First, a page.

What Happens During a DUI Arrest in Utah?

This may be the most important information you can know as a driver.  

Your rights when detained by police for a DUI. When people contact me after they have been arrested for a DUI or boating equivalent, it’s too late for this advice.  

In Utah, and I cannot give advice for any other state, you can be arrested and charged with a DUI for being in “actual physical control” of an “operable motor vehicle.” So, falling asleep with the engine running will still result in a DUI if you are impaired or over the legal limit.  

Utah has the lowest legal alcohol limit measured in breath or blood alcohol content (BAC) of 0.05, of any state in the USA. Utah also has extremely harsh penalties for a DUI or boating DUI. The Driver License Division (DLD) gets to try to suspend your license administratively after your arrest, and you only have 10 days to file a written request for a DLD hearing, or you will not get a hearing, and the agency will proceed on the citation to suspend your driving privileges for 120 days on a first offense.  

Even if your driver's license is from a different state, Utah will assign you a number and then suspend it, send notice to your home state, and they will suspend you pursuant to the Interstate Compact for driver license enforcement. So, winning this hearing is vital to saving your license.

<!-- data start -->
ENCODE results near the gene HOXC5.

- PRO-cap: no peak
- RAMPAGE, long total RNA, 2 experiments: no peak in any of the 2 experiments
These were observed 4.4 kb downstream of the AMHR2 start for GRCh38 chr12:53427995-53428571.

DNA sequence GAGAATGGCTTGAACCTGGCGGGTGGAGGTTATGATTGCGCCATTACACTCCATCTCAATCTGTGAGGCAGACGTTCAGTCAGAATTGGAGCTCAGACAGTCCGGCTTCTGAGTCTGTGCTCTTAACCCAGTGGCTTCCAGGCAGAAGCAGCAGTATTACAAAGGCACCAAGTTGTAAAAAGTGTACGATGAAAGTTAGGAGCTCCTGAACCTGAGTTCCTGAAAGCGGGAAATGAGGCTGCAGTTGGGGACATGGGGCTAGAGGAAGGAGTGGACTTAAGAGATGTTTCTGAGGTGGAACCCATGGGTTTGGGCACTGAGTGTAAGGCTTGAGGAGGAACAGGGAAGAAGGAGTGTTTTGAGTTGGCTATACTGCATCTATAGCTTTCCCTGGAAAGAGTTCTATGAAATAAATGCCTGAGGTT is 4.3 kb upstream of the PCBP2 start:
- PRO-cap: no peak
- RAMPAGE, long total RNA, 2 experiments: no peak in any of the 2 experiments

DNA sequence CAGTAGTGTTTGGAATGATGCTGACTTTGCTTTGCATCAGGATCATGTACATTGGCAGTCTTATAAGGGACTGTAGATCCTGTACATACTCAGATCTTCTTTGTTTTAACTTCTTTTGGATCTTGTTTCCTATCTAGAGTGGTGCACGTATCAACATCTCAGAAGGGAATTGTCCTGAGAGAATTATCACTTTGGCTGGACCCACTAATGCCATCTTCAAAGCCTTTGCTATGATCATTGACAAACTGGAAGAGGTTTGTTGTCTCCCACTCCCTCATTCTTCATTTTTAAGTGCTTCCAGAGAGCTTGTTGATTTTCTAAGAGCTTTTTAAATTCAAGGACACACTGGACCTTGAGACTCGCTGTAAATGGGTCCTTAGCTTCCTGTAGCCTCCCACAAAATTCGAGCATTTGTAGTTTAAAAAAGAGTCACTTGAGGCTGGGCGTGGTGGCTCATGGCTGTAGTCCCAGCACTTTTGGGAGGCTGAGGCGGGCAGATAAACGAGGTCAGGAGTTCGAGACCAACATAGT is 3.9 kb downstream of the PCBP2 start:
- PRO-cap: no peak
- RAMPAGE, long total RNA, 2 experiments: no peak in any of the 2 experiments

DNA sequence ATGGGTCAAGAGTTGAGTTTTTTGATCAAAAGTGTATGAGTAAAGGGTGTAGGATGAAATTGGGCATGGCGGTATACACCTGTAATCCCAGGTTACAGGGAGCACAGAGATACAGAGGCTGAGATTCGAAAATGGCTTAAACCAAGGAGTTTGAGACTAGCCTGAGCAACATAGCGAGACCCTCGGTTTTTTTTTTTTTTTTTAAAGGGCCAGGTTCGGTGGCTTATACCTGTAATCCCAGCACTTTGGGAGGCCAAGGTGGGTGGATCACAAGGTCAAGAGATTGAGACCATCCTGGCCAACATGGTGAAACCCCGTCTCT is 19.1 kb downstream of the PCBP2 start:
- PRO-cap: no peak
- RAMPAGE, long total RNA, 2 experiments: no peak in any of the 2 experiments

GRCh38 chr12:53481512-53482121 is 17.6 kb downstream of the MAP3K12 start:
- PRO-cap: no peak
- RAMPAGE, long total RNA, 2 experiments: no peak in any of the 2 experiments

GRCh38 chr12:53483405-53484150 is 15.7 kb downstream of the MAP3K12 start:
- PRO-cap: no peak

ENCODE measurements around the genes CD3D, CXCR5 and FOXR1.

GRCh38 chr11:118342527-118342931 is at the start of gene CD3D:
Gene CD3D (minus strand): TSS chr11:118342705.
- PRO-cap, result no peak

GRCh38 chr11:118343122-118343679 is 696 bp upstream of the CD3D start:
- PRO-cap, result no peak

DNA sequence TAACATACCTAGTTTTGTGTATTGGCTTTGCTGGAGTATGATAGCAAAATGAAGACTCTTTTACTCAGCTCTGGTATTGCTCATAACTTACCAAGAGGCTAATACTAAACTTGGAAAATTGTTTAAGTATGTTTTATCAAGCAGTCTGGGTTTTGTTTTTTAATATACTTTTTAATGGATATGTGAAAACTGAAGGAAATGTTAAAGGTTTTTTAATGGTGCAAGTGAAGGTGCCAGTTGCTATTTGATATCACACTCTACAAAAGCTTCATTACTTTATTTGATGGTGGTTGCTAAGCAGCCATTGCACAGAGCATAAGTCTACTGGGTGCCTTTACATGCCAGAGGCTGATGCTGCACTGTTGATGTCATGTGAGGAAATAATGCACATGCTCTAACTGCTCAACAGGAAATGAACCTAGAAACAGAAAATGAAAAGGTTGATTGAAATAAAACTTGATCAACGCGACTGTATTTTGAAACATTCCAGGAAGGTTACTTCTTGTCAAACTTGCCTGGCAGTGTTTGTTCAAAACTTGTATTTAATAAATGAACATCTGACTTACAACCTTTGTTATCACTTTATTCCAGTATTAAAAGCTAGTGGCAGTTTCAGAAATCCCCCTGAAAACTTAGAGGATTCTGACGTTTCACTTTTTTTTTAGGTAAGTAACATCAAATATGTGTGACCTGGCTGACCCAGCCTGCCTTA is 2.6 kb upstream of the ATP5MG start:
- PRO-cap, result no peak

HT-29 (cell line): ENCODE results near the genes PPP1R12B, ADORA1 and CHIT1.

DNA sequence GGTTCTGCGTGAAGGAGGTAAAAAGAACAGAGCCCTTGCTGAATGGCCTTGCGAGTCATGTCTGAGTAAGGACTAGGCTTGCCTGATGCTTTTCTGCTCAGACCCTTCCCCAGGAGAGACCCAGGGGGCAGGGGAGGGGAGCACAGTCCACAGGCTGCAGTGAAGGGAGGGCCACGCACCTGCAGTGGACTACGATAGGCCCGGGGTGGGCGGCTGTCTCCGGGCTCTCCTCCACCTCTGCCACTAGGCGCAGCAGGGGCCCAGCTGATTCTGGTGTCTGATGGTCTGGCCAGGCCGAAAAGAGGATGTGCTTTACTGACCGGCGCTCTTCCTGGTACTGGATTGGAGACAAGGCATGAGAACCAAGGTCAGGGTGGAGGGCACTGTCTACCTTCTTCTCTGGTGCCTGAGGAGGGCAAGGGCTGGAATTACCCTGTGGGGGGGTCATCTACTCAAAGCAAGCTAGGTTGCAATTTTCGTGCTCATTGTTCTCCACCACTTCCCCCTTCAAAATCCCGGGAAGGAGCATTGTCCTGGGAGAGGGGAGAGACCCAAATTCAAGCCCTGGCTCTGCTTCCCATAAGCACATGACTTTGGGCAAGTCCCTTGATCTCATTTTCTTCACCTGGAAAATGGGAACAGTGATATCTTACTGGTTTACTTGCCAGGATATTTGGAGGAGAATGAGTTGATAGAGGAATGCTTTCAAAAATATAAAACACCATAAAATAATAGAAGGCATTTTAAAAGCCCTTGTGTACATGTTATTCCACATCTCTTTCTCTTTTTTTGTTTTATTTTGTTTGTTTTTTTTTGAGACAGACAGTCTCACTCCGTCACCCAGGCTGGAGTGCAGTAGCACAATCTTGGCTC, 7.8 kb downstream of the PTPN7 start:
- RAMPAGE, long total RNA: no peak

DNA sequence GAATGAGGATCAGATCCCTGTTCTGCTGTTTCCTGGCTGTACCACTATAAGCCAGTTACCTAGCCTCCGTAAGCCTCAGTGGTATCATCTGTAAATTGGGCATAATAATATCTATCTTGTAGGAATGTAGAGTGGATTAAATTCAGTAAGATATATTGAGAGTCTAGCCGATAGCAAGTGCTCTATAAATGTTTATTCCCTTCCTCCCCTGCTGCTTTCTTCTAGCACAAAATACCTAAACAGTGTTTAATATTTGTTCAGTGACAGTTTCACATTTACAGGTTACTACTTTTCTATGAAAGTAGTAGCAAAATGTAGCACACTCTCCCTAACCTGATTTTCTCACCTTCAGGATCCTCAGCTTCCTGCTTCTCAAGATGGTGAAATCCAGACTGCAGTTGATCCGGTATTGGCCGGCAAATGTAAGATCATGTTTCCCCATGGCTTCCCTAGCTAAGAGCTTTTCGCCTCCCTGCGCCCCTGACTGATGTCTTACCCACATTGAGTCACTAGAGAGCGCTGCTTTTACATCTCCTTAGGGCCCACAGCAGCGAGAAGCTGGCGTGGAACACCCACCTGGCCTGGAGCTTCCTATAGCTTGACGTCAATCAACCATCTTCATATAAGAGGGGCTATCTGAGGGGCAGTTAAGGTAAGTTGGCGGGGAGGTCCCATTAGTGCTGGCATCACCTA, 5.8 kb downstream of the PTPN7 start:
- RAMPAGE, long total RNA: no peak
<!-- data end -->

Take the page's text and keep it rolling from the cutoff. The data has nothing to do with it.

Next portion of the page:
After you are arrested and processed, it’s too late to know this essential information that all drivers should know before they hit the road in Utah. You do NOT have to perform standard or other field sobriety tests. Do not do it, you will not pass, and you end up giving evidence to support your own arrest. In Utah, you do NOT have to do the eye test, the walk and turn test, the one leg raise test, or the modified tests on boats with your fingers while seated. Don’t do them. Be polite but decline to perform any of these tests.  

However, AFTER you are arrested, and you will be even if you decline the field sobriety tests, you will know you have been arrested because that is when the handcuffs go on, the officer will read to you an “Admonition” to take a chemical test, could be breath, or blood, or both. YOU MUST submit to this chemical test, or you will end up losing your driver license for much, much longer, and now that you are under arrest, the same probable cause that the officer determined was enough to arrest you, is also enough to get a warrant from a judge to draw your blood.  

The biggest mistake anyone can make is to perform field sobriety tests, then refuse the chemical test after arrest. You just gave the police officers the probable cause to arrest you when you failed the tests (trust me, you failed), and drew a huge license suspension for not submitting to the chemical test, as required by law. See Utah Code 41-6a-520 for the Implied Consent Law, which only kicks in AFTER arrest. Field tests are before the arrest, and you don’t have to do them. So don’t.  

More on driver license hearings and DUI arrests next time…. 

If you have been arrested for a DUI in St. George or within Southern Utah, call Edward D. Flint at (435) 740-8460 or fill out an online contact form to schedule a free consultation today. With more than 33 years of criminal defense experience, I have personally handled 100+ jury trials!